On 25 February 2013, the defense case resumed. Several witnesses have to date testified in closed proceedings via video link.
On 5 June 2013, the trial of Jean-Pierre Bemba resumed following three weeks of interruption due to the non-availability of witnesses after the defense had removed 13 witnesses from its list. The latest testifying witnesses have all had protective measures in place.
On 16 July 2013, Trial Chamber (TC) III decided that the defense in the trial of Jean Pierre Bemba should conclude its presentation of evidence by 25 October 2013.
In November 2013, the defense concluded the presentation of its case in the trial. Thirty-two defense witnesses testified for the defense in total. Two additional witnesses were called by the judges as they had been repeatedly mentioned by other witnesses throughout the trial have also completed their testimony.
The oral closing arguments in the Bemba case will be heard by 13 October 2014.
Suspects appear before judges on witness interference charges
In late November 2013 and early 2014, four suspects arrested on suspicion of presenting false or forged evidence and bribed witnesses in the Bemba trial made their first appearances before PTC II. Bemba has also appeared before the Chamber charged with the same crimes.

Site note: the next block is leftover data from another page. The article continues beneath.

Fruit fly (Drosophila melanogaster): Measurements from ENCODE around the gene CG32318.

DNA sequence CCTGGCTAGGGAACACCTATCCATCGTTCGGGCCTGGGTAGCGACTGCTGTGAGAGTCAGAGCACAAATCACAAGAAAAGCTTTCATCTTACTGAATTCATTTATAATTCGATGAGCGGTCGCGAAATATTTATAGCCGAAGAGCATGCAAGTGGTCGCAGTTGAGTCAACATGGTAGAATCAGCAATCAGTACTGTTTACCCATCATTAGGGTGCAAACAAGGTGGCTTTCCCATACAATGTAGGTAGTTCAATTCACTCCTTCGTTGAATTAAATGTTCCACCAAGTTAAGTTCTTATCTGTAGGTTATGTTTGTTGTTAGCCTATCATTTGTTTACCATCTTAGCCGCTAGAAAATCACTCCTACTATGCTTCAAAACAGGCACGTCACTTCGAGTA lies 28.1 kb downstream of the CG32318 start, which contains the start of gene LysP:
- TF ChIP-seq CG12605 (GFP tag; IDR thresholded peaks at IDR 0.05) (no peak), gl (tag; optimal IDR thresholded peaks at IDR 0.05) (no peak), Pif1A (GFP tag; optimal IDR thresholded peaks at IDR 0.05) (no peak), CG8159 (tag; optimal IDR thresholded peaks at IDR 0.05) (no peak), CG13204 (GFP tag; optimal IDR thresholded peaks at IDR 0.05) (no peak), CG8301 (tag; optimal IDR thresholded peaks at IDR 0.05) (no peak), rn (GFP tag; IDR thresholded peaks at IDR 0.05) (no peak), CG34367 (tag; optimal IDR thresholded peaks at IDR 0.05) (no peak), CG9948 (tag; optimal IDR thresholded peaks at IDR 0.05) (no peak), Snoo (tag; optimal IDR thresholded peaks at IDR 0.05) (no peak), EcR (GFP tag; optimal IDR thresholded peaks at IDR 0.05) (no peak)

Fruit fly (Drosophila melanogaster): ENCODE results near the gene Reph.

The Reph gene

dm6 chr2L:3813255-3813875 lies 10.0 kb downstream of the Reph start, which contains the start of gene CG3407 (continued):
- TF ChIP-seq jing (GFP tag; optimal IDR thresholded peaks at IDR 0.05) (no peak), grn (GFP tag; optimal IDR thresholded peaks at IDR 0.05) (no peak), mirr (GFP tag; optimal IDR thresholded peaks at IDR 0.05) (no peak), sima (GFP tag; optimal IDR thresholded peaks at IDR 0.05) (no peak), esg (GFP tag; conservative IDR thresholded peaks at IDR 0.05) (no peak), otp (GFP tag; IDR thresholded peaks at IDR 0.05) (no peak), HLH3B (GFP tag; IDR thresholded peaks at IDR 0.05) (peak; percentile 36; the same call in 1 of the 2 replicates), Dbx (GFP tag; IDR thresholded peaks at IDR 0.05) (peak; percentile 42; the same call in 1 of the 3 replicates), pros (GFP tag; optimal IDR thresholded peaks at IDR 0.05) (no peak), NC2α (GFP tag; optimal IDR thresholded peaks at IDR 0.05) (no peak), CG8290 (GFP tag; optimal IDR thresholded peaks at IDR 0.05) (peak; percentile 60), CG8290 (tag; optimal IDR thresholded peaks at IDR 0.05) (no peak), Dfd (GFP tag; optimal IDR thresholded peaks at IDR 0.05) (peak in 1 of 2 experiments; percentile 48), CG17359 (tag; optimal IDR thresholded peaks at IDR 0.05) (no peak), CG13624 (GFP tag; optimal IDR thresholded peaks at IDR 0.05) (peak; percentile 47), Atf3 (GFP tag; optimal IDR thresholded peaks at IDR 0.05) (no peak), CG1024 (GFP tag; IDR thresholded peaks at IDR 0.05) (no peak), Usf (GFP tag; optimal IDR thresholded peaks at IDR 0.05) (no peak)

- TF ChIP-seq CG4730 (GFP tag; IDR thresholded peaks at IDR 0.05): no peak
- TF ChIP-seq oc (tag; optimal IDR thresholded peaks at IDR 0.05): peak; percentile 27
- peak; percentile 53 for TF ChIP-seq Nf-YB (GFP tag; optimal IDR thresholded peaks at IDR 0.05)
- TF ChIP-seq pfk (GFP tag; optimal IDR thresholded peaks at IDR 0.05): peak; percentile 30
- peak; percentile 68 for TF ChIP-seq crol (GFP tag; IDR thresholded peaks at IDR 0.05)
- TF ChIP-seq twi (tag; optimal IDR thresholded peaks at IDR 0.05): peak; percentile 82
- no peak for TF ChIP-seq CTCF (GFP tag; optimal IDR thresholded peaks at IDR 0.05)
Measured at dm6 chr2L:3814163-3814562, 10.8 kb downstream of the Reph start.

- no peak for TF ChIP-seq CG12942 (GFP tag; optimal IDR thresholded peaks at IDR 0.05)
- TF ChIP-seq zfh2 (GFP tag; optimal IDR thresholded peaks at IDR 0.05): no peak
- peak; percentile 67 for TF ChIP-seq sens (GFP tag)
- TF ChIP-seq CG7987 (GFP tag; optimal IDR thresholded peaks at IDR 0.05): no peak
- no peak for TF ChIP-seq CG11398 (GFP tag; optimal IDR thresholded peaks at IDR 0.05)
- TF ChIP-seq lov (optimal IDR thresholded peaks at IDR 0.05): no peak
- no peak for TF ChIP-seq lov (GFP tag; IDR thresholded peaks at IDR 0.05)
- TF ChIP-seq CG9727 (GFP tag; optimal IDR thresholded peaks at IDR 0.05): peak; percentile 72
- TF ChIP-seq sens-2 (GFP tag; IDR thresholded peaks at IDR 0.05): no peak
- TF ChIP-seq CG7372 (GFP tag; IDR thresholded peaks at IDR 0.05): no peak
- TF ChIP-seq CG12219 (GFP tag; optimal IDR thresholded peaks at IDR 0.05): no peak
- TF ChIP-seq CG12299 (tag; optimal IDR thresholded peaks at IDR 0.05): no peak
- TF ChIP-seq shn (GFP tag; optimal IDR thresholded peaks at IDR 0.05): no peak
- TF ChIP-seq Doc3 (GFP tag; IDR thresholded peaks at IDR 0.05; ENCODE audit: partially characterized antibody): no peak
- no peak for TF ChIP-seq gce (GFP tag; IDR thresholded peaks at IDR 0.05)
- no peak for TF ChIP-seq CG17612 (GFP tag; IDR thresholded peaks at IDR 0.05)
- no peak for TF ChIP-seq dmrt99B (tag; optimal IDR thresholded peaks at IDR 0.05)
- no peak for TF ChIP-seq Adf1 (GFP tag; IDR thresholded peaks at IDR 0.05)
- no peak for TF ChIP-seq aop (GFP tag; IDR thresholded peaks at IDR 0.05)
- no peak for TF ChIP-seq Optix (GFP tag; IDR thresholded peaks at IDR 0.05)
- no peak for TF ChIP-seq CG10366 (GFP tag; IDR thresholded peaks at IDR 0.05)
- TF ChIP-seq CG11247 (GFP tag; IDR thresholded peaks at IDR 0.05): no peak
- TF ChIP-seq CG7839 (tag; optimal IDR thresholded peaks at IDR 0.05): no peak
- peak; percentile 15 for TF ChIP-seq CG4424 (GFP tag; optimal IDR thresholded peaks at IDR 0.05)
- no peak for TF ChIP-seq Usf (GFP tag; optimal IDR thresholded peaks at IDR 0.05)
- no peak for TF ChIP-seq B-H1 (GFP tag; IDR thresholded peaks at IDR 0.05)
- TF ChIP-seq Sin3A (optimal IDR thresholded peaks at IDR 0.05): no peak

In November 2013, authorities in the Netherlands, France, Belgium and the Democratic Republic of Congo (DRC) arrested Aimé Kilolo-Musamba, Bemba’s lead defense counsel; Jean-Jaques Mangenda Kabongo, also part of Bemba’s defense team; Fidèle Babala Wandu, a member of the DRC parliament and deputy secretary general of Bemba’s Movement for the Liberation of Congo; and Narcisse Arido, a defense witness in the case.
Pre-Trial Chamber II has set a calendar for expeditious proceedings leading to the confirmation of charges decision (on whether or not to send the case to trial), that will be rendered in writing. Both the prosecution and defense have filed written confirmation of charges submissions.
On 11 July 2014 the Appeals Chamber dismissed, by majority, the appeals of Aimé Kilolo Musamba, Fidèle Babala Wandu and Jean-Jacques Mangenda Kabongo against the decisions of Pre-Trial Chamber II of 14 and 17 March 2014 rejecting their requests for interim release.
On 14 August 2009, PTC II decided to grant interim release to Bemba. The implementation of this decision was deferred pending a determination of the country and the conditions of his interim release. The prosecutor subsequently appealed the decision and such appeal was given suspensive effect, meaning that the accused would not leave detention until an appeals decision would be made. On 2 December 2009, the ICC Appeals Chamber reversed the decision of PTC II on the interim release, and Bemba remained in custody.
On 6 June 2011, the defense filed an application for the accused's provisional release during Court recesses and periods when the Chamber does not sit for at least three consecutive days, including long weekends. On 26 September 2011, TC III rejected this application.
17 Sept 2009
30 July 2008
04 July 2008
02 June 2008
24 May 2008